Fortlet, Signal Station and Watch-tower
This site lies at a height of 1,580 feet (c.481 m) on a small rounded summit of the Central Welsh Plateau in Powys, about 7½ miles (c.12 km) west of Tefeglwys and about ½-mile (c.0.8 km) south-west of Dylife. An enclosure measuring 82 feet by 73 feet (c.25 x 22.5 m) and covering an area of only 0.13 acre (c.0.05 ha), was defined by a turf rampart and a single ditch with a gateway 10 feet (c.3 m) wide in the centre of the north side, facing the road. The interior was roughly metalled and was divided by a central roadway, but no trace of buildings was recovered, though these could have rested on sleeper beams.
This is most likely a Roman fortlet or signal-station set beside a main east-west route (Margary #64, now called Glyndwr’s Way), similar to others in Wales at the Hirfynydd Ridge Fortlet. It can be compared to the milecastles of Hadrian’s Wall. These had gate towers and building ranges either side of a central roadway. The milecastles are thought to have held garrisons of between eight and thirty two soldiers.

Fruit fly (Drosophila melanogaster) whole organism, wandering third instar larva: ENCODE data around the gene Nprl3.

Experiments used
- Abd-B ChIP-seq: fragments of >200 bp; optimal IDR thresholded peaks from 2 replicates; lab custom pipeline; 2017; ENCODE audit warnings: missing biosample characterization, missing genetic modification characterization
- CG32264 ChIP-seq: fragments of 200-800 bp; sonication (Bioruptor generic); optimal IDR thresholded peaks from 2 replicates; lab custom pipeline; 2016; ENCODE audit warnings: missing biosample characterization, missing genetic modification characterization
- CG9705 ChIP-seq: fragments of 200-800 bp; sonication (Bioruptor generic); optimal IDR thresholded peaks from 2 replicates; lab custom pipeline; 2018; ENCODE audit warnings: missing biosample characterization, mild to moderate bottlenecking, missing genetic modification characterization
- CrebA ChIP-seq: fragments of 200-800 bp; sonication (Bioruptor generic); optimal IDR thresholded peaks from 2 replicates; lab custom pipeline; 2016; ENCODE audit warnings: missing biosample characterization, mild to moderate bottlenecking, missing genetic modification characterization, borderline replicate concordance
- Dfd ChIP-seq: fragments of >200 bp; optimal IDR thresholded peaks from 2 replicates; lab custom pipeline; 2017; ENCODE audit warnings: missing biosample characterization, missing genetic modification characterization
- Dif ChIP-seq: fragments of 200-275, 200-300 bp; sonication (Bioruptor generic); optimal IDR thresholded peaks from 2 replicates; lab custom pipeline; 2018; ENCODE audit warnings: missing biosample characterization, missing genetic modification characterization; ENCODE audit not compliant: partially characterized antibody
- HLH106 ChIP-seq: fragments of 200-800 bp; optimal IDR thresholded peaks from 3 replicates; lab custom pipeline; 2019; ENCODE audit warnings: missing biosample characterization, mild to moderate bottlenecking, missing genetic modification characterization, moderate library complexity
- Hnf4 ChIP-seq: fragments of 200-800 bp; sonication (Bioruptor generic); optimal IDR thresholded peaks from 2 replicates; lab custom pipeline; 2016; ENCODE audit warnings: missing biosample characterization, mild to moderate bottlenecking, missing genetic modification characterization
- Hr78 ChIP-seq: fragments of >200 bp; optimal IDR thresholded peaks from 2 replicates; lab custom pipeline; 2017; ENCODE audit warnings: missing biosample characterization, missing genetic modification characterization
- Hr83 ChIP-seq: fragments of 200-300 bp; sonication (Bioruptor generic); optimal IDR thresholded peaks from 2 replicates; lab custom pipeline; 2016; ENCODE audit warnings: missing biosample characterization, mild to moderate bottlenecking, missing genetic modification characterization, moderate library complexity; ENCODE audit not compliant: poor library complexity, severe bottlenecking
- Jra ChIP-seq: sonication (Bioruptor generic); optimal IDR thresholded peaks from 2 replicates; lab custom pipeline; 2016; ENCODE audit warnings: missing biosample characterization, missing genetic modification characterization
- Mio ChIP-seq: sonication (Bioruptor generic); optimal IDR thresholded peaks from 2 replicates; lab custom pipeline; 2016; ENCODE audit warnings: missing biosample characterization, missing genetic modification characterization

The only dating evidence comes from fragments of a black-burnished jar dating to the late second to early third centuries, but this probably doesn’t indicate the date of the site’s establishment.
Map References for Pen Y Crocbren
References for Pen Y Crocbren
- Air Reconnaissance in Britain, 1958-1960 by J.K. St. Joseph in J.R.S. li (1961) p.129;
- Roman Roads in Britain : Volume II North of the Foss Way – Bristol Channel by Ivan D. Margary (London 1957);